First, in the area of data: The IMF is playing an active role — through the work we do in the Network for Greening the Financial System as co-chairs of the “Bridging the Data Gaps (BDG) Workstream” and, internally, through our work on developing a database on climate indicators. Bridging climate-related data gaps is challenging, given issues related to data availability, reliability, and comparability. The NGFS BDG has adopted a user-centric approach, informed by interactions with stakeholders from a wide range of geographies and areas of expertise. This approach — based on categorizing use cases, classification of metrics, and links to data sources — allows for a systematic identification of data gaps and ways to bridge these gaps, including through climate-related disclosures. The IMF’s workplan toward developing climate-change indicators for macroeconomic analysis will also complement the NGFS’ work and offer a solution to a subset of the data gaps identified by the BDG.

Second: Climate disclosures have been a fragmented space, with multiple frameworks leading to an urgent need for convergence toward a harmonized and consistent set of climate disclosure standards. Fortunately, progress is being made, and we strongly support the International Financial Reporting Standards Foundation’s initiative on global sustainability reporting standards. That will also allow alignment with financial reporting and assurance by auditors. We commend the efforts of the alliance of leading standard-setters on sustainability to support these efforts by developing prototype standards. We encourage the use of the insights of the Task Force on Climate-related Financial Disclosures (TCFD) as a framework to build on, and we believe that the TCFD — which has gained strong support — can serve as a basis for greater climate-related disclosures. Clearly, there are issues — such as the pathways to mandatory adoption; approaches on materiality; the interaction with jurisdictional approaches; and the scope of what is covered within climate disclosure standards — that still need to be resolved. We hope that our discussions here today will provide some insights.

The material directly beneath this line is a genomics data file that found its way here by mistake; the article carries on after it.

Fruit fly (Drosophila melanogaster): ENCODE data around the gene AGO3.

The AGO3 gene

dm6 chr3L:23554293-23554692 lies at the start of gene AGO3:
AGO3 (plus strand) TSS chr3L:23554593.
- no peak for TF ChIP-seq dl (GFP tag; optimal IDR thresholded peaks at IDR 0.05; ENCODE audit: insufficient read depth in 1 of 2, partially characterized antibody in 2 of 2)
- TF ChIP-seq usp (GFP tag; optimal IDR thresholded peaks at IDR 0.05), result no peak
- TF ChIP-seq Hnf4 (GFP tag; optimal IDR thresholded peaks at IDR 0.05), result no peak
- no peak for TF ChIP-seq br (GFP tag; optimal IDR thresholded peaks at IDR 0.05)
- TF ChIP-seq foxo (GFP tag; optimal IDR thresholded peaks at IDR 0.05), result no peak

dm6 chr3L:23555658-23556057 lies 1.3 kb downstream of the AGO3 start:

Third: Steps toward globally agreed-upon taxonomies are probably less advanced, although efforts by the European Union and others are notable. Considering the absence of harmonized metrics that accurately measure climate-change-related risks and opportunities: Taxonomies can play an important role in facilitating information about climate risk to investors; fostering sustainable finance markets; and helping the monitoring of financial risks associated with climate change. A minimum agreed upon global taxonomy and good quality data would also enhance the effectiveness and quality of disclosure. Therefore, the identification of possible opportunities for convergence toward a common taxonomy will be important to ensure consistency and a consolidated and uniform framework for climate-related disclosures.

We hope that our discussions together today will provide useful inputs for our collective efforts toward building a climate-resilient financial system globally. The challenge is to remain focused on the key priorities, coordinate efforts, and deliver on the outcomes necessary to achieve this objective.

Thank you very much.